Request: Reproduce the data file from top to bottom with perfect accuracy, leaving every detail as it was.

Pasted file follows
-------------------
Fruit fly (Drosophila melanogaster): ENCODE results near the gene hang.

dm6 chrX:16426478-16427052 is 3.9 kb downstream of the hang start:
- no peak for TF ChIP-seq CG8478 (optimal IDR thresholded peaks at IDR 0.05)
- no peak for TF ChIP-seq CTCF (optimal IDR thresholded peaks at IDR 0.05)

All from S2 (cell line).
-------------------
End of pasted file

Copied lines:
Fruit fly (Drosophila melanogaster): ENCODE results near the gene hang.

dm6 chrX:16426478-16427052 is 3.9 kb downstream of the hang start:
- no peak for TF ChIP-seq CG8478 (optimal IDR thresholded peaks at IDR 0.05)
- no peak for TF ChIP-seq CTCF (optimal IDR thresholded peaks at IDR 0.05)

All from S2 (cell line).